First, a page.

How so? Because according to the Prime Minister, introducing Prescott’s 2002 White Paper on ‘revitalising’ the English regions, decentralising power in this way ‘builds on the success of devolution elsewhere in the UK — offering people more accountable, more streamlined and more joined-up government’. What that means is that regionalism will be, and indeed is being, imposed. What few people realise is that a Yorkshire and Humberside Assembly already exists. It operates from an address in Wakefield. It is a ‘voluntary, multi-party chamber drawn from local authorities and the social, economic and environmental sectors’. Its job, apparently, is to scrutinise the work of Yorkshire Forward, which is the regional development agency. The Assembly is also the ‘recognised regional planning body’, and has big things to say on ‘regional waste strategy’ — though it does not have a strategy to stem the flood of cash Yorkshire Forward wastes on consultants going hither and thither writing strategies for everything else under the sun.
Like most Yorkshire voters, I never knew this unelected Assembly existed until a few months ago, when it wrote to me (as a parish councillor) about its Regional Spatial Strategy. My heart leapt at the thought of spaceships soaring into the stratosphere above Wakefield, carrying the message of Yorkshire’s inward investment opportunities to distant galaxies. But ‘spatial’ turned out to refer not to space as the final frontier but to lack of space in the M62 corridor and similar thorny planning issues. And decisions on such issues — where to put the tens of thousands of new houses we need each year to meet demand and stop prices soaring, or how to build John Prescott’s dream of a new freight superhighway from Liverpool to Hull — are, it seems, best delegated to regional bodies of which you and I are barely aware.
The reasons are simple. Local authorities, especially shire counties, are reluctant to take planning decisions which involve sacrificing stretches of countryside to national priorities. If ministers in London take those decisions, voters turn against them in affected constituencies. So why not give the job to a regional assembly — and on that basis, if you are John Prescott, why get upset if it remains unelected until it has approved some of the grands projets which are so dear to your heart?
Cynical pragmatism apart, there is also an important European dimension to the push for regional government — or so the Eurosceptics argue. Their guru is Dr Richard North, research director of Ukip, whose pamphlet ‘A Democracy By-pass: the regionalisation of England’ argues that regional government is ‘first and foremost a device for furthering political integration’ by reducing the importance of national decision-making and advancing the EU’s ‘cohesion policy’ of reducing income disparities between regions.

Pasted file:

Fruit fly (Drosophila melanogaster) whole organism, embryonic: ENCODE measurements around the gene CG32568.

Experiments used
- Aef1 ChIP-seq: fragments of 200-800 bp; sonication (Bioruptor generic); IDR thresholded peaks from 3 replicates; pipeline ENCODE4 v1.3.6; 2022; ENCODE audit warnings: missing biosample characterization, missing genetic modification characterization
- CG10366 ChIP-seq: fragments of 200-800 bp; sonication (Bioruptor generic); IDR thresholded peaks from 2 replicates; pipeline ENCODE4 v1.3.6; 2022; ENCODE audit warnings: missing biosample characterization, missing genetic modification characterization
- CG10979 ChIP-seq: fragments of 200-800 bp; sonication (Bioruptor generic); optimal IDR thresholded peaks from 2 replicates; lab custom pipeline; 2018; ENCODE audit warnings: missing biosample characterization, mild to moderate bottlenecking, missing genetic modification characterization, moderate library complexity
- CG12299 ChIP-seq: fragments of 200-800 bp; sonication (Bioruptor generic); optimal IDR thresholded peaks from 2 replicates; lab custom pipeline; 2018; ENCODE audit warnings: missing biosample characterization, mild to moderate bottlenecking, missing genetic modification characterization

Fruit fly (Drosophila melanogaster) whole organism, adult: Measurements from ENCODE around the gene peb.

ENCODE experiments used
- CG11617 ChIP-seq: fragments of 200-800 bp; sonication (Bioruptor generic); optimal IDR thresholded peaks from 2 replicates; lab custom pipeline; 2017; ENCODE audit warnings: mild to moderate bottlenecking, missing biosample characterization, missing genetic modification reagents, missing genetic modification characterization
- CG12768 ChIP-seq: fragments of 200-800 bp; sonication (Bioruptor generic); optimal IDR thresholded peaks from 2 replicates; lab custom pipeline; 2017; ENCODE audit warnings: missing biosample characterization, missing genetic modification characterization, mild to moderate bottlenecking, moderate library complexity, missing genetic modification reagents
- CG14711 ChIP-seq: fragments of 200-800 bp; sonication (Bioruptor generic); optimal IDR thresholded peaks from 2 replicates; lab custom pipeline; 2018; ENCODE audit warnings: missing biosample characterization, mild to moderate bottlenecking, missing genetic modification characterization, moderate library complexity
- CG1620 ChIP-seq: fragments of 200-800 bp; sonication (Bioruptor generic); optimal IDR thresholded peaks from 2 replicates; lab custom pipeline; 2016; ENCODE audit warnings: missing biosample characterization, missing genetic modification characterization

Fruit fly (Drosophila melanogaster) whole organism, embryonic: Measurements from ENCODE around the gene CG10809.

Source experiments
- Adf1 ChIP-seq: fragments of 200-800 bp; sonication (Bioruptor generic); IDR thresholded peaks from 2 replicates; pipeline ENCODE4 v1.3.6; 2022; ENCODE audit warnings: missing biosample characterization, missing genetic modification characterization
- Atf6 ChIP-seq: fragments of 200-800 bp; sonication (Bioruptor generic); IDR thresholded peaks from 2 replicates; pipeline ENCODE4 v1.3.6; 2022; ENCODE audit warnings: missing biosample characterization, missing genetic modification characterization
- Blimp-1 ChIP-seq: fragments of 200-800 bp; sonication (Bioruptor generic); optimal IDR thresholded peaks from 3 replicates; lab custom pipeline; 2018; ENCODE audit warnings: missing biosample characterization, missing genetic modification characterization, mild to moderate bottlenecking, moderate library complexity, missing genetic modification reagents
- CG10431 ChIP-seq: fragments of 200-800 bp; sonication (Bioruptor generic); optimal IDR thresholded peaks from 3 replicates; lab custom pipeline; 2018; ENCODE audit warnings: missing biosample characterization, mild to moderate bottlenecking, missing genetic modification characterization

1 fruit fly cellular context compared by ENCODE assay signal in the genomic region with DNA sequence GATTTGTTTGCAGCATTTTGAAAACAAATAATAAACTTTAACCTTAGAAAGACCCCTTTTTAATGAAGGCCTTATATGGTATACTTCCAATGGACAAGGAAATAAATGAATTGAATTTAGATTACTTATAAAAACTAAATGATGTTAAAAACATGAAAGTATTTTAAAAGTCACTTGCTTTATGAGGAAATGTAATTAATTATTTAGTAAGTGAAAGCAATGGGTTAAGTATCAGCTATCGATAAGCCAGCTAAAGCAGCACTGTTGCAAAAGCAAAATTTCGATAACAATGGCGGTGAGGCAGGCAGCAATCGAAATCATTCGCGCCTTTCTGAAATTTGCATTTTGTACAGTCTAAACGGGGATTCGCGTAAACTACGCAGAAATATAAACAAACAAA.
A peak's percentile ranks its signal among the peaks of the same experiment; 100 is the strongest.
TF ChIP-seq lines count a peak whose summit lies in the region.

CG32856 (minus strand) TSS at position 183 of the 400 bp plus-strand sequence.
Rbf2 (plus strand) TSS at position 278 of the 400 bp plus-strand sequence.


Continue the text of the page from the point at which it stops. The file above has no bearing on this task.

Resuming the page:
Others in the same camp point out that the long-term survival of the euro depends in turn on the success of ‘cohesion’, because without it the pressure for different interest rates in different regions will eventually become impossible to contain. By allowing power to be sucked into regional patterns, we are enabling Yorkshire and the Humber to look more like Catalonia and Campania, and we are increasing the chances that we will one day wave farewell to the pound. Meanwhile, wi
thout even voting for or against regional assemblies, we are watching the ancient powers of Parliament, counties and town halls wither away.
In return, of course, we might get a bit more of what Tony Blair calls ‘joined-up government’. The poorest English regions might even secure a better deal from Westminster than the present ‘Barnett Formula’, which pumps so much more money per head into Scotland. And we might get back from Brussels, in the form of ‘structural funds’ for regional development, a bit more of the cash we already pay in. Or, more likely, we may get nothing new at all except a set of increasingly powerful, remote, wasteful and unresponsive regional bureaucracies. And one day we may find that we actually want to vote ‘yes’ to elected regional assemblies — if only to call those bureaucracies to account.